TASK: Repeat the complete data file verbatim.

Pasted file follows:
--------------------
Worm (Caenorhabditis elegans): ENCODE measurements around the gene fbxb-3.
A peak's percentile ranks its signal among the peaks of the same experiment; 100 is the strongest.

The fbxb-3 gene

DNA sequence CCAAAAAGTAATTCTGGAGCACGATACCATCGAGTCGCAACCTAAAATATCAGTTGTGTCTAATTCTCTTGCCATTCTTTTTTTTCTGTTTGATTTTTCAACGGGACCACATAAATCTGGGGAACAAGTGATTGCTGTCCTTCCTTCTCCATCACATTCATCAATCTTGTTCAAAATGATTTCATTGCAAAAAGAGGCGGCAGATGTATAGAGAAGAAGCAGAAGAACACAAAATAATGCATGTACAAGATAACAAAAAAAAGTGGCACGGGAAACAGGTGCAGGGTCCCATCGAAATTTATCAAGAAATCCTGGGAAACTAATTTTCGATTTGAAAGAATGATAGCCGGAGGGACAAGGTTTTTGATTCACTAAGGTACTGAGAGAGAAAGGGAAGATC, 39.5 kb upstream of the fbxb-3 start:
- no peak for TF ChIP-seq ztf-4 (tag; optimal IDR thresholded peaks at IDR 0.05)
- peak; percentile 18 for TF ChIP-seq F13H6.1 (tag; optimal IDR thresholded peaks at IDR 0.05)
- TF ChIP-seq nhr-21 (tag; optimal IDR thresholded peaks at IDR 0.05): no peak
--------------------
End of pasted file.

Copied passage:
Worm (Caenorhabditis elegans): ENCODE measurements around the gene fbxb-3.
A peak's percentile ranks its signal among the peaks of the same experiment; 100 is the strongest.

The fbxb-3 gene

DNA sequence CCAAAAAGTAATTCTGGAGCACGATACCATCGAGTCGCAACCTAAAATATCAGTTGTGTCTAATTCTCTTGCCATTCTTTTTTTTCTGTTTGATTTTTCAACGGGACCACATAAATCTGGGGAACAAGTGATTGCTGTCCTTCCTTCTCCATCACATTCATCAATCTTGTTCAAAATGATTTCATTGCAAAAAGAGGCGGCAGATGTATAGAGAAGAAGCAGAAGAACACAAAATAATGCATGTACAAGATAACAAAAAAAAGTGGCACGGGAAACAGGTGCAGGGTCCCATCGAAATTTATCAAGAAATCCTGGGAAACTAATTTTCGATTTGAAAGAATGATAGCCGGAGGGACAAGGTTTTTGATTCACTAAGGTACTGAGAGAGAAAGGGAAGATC, 39.5 kb upstream of the fbxb-3 start:
- no peak for TF ChIP-seq ztf-4 (tag; optimal IDR thresholded peaks at IDR 0.05)
- peak; percentile 18 for TF ChIP-seq F13H6.1 (tag; optimal IDR thresholded peaks at IDR 0.05)
- TF ChIP-seq nhr-21 (tag; optimal IDR thresholded peaks at IDR 0.05): no peak